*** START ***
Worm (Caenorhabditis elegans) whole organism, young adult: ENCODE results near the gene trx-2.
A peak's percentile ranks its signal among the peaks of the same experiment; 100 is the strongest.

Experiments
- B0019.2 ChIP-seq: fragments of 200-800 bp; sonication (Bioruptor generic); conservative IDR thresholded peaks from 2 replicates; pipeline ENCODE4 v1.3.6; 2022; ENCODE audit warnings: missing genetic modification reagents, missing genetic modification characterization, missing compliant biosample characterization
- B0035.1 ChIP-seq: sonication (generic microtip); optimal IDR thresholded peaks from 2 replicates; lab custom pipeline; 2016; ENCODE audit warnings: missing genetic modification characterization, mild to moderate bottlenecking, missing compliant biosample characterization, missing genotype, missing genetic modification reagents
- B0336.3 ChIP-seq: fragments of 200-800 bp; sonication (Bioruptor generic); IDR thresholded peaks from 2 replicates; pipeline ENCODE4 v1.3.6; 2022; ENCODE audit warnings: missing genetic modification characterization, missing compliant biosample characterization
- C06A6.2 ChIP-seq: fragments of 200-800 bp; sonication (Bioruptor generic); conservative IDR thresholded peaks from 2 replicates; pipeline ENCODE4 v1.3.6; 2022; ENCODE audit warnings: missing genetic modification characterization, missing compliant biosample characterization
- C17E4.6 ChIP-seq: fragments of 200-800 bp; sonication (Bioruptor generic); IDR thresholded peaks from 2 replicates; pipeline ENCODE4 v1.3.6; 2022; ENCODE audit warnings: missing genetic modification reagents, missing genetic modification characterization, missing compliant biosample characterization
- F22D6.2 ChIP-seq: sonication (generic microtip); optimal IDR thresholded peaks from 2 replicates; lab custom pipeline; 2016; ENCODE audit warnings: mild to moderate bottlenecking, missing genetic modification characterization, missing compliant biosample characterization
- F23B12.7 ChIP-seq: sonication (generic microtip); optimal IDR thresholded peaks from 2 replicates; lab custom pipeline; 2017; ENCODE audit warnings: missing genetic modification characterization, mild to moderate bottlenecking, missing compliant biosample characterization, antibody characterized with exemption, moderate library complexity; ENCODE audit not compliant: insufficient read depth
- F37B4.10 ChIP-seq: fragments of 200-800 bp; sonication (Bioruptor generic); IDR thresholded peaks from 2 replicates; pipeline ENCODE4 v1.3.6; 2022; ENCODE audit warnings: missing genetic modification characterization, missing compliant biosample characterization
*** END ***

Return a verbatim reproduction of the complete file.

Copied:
Worm (Caenorhabditis elegans) whole organism, young adult: ENCODE results near the gene trx-2.
A peak's percentile ranks its signal among the peaks of the same experiment; 100 is the strongest.

Experiments
- B0019.2 ChIP-seq: fragments of 200-800 bp; sonication (Bioruptor generic); conservative IDR thresholded peaks from 2 replicates; pipeline ENCODE4 v1.3.6; 2022; ENCODE audit warnings: missing genetic modification reagents, missing genetic modification characterization, missing compliant biosample characterization
- B0035.1 ChIP-seq: sonication (generic microtip); optimal IDR thresholded peaks from 2 replicates; lab custom pipeline; 2016; ENCODE audit warnings: missing genetic modification characterization, mild to moderate bottlenecking, missing compliant biosample characterization, missing genotype, missing genetic modification reagents
- B0336.3 ChIP-seq: fragments of 200-800 bp; sonication (Bioruptor generic); IDR thresholded peaks from 2 replicates; pipeline ENCODE4 v1.3.6; 2022; ENCODE audit warnings: missing genetic modification characterization, missing compliant biosample characterization
- C06A6.2 ChIP-seq: fragments of 200-800 bp; sonication (Bioruptor generic); conservative IDR thresholded peaks from 2 replicates; pipeline ENCODE4 v1.3.6; 2022; ENCODE audit warnings: missing genetic modification characterization, missing compliant biosample characterization
- C17E4.6 ChIP-seq: fragments of 200-800 bp; sonication (Bioruptor generic); IDR thresholded peaks from 2 replicates; pipeline ENCODE4 v1.3.6; 2022; ENCODE audit warnings: missing genetic modification reagents, missing genetic modification characterization, missing compliant biosample characterization
- F22D6.2 ChIP-seq: sonication (generic microtip); optimal IDR thresholded peaks from 2 replicates; lab custom pipeline; 2016; ENCODE audit warnings: mild to moderate bottlenecking, missing genetic modification characterization, missing compliant biosample characterization
- F23B12.7 ChIP-seq: sonication (generic microtip); optimal IDR thresholded peaks from 2 replicates; lab custom pipeline; 2017; ENCODE audit warnings: missing genetic modification characterization, mild to moderate bottlenecking, missing compliant biosample characterization, antibody characterized with exemption, moderate library complexity; ENCODE audit not compliant: insufficient read depth
- F37B4.10 ChIP-seq: fragments of 200-800 bp; sonication (Bioruptor generic); IDR thresholded peaks from 2 replicates; pipeline ENCODE4 v1.3.6; 2022; ENCODE audit warnings: missing genetic modification characterization, missing compliant biosample characterization